Essential purposes of the American Academy of Religion as a learned society and a professional association are carried out at both Academy-wide and regional levels. Activities designed to implement these tasks at either level reinforce and supplement the work of the other. At present the annual Academy-wide meeting is augmented and expanded by ten geographically distinct regional meetings.
Regional meetings of the Academy often incorporate patterns of organization and presentation similar to those followed at the Academy-wide meetings: section meetings, giving and responding to papers, plenary speeches. Regional meetings, however, offer unique and distinct opportunities for members. Regions have developed a distinct character of their own, providing the following opportunities:
Greater personal contact among members than is possible at the AAR Annual meeting.
The Regions Committee
The Committee thus has primary responsibility for supporting, promoting and developing regional activities. The Committee is the initial forum where regional concerns and policies are discussed and evaluated before being presented to the Board of Directors. It is also the group through which major new initiatives supporting the regions can be implemented.
Regions Newsletter January 2012
Regions sponsor special training sessions to enhance both the work of the regions and the personal teaching and scholarship of members. Some regions have sponsored training sessions on the use of electronic communication for regional officers to improve communication regarding regional affairs and on the use of computers in research and communication among scholars.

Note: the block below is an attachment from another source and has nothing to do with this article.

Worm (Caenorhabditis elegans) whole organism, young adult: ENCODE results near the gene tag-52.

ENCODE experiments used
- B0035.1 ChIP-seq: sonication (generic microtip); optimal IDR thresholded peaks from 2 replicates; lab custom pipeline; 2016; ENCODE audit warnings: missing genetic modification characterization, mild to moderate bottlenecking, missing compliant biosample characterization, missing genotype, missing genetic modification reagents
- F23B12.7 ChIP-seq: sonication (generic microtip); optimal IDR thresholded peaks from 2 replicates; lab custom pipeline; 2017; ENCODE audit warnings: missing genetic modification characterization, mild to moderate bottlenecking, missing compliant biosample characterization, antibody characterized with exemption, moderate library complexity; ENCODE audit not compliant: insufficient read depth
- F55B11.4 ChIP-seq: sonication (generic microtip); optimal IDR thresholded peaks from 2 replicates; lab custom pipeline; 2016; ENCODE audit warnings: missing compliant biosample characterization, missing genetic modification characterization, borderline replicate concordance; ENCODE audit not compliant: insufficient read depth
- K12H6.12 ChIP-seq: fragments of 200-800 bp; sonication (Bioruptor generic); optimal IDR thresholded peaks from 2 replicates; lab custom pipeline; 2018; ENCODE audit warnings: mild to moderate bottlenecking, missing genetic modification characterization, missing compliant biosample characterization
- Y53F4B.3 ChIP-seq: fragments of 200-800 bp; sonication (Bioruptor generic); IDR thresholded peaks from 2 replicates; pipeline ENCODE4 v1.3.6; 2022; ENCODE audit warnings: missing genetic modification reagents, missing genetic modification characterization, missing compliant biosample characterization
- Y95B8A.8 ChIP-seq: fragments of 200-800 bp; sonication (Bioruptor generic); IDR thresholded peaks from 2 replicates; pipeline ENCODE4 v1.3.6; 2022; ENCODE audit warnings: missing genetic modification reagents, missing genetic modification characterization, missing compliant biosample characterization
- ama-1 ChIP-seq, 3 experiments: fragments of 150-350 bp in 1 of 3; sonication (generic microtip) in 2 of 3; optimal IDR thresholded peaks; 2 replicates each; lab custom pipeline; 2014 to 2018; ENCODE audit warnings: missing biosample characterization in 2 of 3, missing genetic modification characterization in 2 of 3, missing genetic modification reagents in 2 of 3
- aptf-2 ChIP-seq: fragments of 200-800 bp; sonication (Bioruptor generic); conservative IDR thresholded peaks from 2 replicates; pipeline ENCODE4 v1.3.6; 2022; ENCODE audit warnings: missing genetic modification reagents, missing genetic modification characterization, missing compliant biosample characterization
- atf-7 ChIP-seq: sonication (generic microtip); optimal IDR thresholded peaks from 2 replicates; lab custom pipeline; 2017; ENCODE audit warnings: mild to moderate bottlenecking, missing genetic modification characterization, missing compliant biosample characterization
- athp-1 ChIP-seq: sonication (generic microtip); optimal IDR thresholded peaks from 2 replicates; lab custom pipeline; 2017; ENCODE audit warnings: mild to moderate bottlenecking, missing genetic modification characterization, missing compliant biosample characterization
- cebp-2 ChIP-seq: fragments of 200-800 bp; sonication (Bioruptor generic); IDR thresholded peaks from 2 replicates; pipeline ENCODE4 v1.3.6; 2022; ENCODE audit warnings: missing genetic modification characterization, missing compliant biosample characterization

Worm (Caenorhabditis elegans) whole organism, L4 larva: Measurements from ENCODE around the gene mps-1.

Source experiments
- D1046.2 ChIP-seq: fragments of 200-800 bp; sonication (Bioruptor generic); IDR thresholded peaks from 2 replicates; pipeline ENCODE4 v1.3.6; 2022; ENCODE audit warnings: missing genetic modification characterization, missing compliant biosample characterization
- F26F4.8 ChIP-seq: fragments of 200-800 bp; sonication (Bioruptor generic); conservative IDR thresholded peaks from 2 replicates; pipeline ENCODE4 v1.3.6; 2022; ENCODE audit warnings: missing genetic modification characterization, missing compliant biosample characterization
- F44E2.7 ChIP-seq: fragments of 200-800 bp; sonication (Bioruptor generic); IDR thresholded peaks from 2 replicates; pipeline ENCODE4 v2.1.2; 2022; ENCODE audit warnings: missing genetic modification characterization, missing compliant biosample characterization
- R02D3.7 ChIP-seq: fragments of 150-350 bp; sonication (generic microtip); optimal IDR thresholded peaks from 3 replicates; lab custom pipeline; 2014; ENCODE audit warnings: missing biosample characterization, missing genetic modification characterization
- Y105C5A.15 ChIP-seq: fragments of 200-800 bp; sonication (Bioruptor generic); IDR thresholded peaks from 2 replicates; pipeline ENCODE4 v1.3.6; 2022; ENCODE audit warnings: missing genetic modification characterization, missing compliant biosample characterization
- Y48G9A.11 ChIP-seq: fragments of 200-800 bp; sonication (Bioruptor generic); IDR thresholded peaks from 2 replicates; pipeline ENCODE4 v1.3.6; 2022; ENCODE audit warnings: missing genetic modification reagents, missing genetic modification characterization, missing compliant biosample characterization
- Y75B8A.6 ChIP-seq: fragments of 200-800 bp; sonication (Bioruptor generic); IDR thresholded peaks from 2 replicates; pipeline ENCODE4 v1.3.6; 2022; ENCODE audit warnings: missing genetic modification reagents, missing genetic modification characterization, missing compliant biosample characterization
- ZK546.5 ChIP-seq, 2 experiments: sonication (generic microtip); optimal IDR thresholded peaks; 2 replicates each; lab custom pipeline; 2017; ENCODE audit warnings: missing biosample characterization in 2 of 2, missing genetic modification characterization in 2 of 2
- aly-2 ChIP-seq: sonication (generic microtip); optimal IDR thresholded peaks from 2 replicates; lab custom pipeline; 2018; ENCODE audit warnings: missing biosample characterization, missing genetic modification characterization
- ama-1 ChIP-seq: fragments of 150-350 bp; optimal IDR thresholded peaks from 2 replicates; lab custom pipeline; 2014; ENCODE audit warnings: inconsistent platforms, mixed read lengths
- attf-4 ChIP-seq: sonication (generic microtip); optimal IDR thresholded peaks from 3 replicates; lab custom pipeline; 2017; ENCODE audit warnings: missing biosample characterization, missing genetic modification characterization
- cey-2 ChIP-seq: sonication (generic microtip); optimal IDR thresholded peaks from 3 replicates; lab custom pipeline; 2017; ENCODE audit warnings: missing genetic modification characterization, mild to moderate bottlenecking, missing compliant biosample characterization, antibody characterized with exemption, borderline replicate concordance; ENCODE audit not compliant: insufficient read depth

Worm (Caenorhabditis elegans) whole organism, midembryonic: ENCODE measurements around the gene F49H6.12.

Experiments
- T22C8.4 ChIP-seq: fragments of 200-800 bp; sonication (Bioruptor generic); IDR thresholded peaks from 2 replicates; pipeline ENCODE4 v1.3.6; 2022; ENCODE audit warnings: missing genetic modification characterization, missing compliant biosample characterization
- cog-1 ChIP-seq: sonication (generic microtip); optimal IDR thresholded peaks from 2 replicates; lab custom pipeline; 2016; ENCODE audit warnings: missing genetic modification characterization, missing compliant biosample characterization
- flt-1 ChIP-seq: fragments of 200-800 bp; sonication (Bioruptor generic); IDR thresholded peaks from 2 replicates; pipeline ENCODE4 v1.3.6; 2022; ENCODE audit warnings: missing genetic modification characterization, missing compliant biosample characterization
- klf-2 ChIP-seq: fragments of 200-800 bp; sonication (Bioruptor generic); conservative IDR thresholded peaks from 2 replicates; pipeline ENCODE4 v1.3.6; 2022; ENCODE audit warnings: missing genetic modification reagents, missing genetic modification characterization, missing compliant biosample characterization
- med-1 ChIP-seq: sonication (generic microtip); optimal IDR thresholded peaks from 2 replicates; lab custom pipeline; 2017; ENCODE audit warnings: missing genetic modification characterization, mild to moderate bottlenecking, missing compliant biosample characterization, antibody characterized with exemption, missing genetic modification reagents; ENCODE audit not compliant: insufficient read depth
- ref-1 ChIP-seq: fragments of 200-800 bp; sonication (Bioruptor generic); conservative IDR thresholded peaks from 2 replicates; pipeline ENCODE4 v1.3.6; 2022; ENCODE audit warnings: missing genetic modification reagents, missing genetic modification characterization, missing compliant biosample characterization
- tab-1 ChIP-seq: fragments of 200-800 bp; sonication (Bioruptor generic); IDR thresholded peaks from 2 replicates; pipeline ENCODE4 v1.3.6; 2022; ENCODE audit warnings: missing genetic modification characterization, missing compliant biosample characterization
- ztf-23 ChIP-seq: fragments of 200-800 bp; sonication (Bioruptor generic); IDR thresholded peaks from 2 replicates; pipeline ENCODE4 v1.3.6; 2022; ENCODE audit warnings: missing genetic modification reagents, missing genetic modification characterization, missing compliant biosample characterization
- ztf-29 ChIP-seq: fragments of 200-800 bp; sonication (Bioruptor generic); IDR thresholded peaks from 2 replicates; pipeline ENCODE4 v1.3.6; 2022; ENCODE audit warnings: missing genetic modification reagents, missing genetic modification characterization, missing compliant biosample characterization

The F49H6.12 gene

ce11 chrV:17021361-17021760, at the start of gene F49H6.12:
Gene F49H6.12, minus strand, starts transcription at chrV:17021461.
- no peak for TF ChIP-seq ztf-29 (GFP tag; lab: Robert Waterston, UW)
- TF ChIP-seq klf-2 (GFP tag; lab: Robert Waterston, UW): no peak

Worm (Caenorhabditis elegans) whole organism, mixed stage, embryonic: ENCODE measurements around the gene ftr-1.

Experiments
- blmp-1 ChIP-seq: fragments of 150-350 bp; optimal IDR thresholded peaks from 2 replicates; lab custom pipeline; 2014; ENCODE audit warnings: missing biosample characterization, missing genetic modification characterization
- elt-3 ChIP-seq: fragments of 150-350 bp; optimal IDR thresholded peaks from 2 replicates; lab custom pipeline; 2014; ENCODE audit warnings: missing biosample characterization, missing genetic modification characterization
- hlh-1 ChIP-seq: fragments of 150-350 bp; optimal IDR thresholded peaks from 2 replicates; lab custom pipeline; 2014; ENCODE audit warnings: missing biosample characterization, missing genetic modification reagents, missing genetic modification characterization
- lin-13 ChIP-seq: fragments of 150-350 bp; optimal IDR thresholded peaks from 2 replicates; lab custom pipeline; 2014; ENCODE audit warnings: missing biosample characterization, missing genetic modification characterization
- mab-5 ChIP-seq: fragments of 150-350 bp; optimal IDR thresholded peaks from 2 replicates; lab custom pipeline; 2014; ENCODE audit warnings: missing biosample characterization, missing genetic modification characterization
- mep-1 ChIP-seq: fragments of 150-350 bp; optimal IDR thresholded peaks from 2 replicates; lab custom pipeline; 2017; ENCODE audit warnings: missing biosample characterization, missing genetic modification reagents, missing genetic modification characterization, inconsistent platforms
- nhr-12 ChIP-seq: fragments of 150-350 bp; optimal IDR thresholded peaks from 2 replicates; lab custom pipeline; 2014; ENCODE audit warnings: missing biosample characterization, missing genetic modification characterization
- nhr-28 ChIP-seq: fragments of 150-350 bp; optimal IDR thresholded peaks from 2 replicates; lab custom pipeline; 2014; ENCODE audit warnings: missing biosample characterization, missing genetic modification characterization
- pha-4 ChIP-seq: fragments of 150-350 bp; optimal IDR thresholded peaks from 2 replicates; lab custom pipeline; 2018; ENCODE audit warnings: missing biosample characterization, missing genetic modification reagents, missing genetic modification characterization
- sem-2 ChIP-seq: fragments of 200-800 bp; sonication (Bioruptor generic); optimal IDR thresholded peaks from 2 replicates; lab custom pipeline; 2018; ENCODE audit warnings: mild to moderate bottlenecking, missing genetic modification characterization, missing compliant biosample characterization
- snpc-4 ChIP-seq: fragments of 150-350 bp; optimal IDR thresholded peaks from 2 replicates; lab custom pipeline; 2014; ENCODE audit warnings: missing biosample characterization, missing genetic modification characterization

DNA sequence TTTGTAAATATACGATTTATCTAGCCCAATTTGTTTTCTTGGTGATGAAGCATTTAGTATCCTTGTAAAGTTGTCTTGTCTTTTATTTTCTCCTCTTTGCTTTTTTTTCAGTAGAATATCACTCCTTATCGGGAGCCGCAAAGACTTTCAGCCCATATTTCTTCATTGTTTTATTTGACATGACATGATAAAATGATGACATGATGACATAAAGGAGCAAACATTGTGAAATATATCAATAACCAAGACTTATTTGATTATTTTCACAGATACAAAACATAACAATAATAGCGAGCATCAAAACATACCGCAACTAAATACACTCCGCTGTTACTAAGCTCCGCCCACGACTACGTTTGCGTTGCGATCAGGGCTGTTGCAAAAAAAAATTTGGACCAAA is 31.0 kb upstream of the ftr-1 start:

Some regions have endowed lectureships that support a scholar from the region to lecture in institutions of the region or that support a scholar from outside the region as plenary speaker for the annual meeting.
Regions Task Force
The Task Force, Chaired by Brian K. Pennington of Maryville College, was appointed by former AAR President Ann Taves to address a handful of specific challenges: 1) The heightened federal scrutiny of nonprofit organizations as a result of the Sarbanes–Oxley Act of 2002; 2) The tremendous variability in regional structures and in regional relationships to other learned societies, such as the SBL; and 3) The absence of a uniform understanding of the relationship of the regions to the AAR as a whole. Highlights of the recommendations include incorporating all ten regions as LLCs in the State of Georgia; adding a student representative to all regional boards; allowing members to choose the region to which they will belong; and providing additional support from the AAR office in Atlanta.
To view the full final report submitted to the Board of Directors, click here.
To view a sample Operating Agreement, click here (PDF) or here (Microsoft Word).